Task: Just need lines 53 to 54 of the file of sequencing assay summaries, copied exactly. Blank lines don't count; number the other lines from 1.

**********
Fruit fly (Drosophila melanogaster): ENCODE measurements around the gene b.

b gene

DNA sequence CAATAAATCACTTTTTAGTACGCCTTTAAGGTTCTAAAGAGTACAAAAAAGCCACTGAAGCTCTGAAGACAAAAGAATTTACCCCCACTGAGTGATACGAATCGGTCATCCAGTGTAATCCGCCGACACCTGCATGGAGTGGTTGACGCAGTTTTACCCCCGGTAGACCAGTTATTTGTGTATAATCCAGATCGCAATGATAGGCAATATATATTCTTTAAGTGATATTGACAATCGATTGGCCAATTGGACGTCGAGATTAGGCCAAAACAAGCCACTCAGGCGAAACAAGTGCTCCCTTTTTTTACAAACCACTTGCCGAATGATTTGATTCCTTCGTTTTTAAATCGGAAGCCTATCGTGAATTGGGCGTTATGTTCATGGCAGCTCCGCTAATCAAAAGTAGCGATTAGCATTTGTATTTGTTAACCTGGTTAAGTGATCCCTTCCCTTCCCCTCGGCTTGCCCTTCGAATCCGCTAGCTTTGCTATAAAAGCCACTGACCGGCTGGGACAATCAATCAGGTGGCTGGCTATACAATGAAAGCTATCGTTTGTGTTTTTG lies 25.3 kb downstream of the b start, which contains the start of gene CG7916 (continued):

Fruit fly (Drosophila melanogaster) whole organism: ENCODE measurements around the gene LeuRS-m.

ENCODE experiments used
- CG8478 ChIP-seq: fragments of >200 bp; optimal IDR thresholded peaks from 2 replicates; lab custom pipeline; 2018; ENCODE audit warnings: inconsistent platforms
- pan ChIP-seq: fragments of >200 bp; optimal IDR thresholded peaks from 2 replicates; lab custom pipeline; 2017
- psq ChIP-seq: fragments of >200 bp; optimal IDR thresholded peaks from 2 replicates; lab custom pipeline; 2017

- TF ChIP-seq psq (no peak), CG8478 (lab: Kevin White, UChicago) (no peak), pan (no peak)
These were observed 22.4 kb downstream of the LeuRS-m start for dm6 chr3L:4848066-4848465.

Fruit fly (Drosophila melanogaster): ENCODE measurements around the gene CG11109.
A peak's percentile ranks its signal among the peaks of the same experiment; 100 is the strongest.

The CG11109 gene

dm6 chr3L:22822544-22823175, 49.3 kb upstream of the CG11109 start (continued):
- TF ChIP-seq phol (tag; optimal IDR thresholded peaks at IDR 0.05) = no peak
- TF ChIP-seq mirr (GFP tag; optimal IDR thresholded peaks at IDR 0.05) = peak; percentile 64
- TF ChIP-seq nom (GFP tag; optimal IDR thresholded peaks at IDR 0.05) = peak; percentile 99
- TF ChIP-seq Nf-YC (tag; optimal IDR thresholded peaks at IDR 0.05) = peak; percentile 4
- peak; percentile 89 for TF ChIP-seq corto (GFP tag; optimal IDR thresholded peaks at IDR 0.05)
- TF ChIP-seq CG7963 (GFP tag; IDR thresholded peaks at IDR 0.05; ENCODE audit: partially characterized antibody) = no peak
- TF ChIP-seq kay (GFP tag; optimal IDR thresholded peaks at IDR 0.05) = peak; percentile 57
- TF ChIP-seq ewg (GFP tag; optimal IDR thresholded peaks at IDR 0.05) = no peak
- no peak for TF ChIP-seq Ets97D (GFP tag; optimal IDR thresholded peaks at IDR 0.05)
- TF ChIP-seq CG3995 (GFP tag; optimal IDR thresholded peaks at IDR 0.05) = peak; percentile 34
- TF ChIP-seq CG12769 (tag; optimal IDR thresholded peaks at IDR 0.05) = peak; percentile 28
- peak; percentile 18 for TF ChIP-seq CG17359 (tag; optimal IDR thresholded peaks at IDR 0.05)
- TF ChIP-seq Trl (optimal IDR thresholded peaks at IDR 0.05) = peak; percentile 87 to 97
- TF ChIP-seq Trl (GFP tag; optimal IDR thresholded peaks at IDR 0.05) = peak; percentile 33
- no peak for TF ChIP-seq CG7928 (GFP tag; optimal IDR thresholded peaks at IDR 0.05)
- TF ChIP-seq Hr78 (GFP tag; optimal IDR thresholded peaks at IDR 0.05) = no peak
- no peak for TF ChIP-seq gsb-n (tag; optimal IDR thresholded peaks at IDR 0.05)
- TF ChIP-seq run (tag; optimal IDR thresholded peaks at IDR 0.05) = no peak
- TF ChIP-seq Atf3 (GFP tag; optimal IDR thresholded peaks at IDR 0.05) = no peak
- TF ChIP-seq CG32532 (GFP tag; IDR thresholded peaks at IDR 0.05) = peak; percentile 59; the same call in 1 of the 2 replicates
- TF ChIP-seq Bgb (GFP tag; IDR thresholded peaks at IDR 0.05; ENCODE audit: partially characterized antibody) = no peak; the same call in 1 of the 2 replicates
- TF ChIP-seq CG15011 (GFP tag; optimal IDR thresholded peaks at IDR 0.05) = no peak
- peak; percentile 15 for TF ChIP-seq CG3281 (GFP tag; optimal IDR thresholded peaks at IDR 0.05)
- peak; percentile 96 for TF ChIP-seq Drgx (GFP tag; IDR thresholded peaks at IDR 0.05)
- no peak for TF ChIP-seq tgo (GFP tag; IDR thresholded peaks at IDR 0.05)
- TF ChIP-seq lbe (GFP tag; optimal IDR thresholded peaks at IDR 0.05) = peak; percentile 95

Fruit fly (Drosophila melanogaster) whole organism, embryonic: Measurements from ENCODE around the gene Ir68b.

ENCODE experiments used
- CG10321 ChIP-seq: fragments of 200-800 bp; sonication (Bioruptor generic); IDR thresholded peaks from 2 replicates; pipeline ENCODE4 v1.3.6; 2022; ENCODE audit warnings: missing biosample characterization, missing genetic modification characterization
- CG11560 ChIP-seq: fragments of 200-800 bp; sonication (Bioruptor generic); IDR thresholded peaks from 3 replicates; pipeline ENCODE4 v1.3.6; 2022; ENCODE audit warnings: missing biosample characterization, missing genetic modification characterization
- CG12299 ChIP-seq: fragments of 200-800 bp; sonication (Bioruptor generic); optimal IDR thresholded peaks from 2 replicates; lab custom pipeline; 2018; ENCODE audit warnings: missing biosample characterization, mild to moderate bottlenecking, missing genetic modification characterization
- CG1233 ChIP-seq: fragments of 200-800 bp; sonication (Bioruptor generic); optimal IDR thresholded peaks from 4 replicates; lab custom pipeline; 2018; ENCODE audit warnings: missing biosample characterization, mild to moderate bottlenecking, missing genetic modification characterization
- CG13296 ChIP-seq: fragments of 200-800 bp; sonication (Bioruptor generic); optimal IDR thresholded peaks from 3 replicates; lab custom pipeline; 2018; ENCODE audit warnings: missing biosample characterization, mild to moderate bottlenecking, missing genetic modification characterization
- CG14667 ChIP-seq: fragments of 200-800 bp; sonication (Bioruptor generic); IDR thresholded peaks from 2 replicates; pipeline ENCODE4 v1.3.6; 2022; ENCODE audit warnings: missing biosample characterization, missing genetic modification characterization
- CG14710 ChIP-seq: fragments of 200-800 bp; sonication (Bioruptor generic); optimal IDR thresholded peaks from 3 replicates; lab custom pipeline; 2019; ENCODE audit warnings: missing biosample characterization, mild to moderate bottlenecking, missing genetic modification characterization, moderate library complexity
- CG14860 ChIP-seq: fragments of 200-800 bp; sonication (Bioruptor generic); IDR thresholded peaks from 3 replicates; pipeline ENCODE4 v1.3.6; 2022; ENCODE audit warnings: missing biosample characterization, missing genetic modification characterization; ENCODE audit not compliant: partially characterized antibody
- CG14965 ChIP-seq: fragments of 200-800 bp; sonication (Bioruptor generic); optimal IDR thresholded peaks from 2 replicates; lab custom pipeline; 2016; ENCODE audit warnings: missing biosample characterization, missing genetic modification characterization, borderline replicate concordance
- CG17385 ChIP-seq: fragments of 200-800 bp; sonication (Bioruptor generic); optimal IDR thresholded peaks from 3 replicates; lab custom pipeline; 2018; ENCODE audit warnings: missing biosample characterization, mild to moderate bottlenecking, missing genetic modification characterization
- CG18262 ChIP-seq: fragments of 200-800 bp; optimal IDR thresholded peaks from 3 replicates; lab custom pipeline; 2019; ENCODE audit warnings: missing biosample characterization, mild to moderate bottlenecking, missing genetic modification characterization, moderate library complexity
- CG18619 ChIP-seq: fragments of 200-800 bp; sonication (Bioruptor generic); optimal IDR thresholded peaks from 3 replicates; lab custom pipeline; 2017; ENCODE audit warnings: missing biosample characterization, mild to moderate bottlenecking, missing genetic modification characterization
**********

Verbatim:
- CG18262 ChIP-seq: fragments of 200-800 bp; optimal IDR thresholded peaks from 3 replicates; lab custom pipeline; 2019; ENCODE audit warnings: missing biosample characterization, mild to moderate bottlenecking, missing genetic modification characterization, moderate library complexity
- CG18619 ChIP-seq: fragments of 200-800 bp; sonication (Bioruptor generic); optimal IDR thresholded peaks from 3 replicates; lab custom pipeline; 2017; ENCODE audit warnings: missing biosample characterization, mild to moderate bottlenecking, missing genetic modification characterization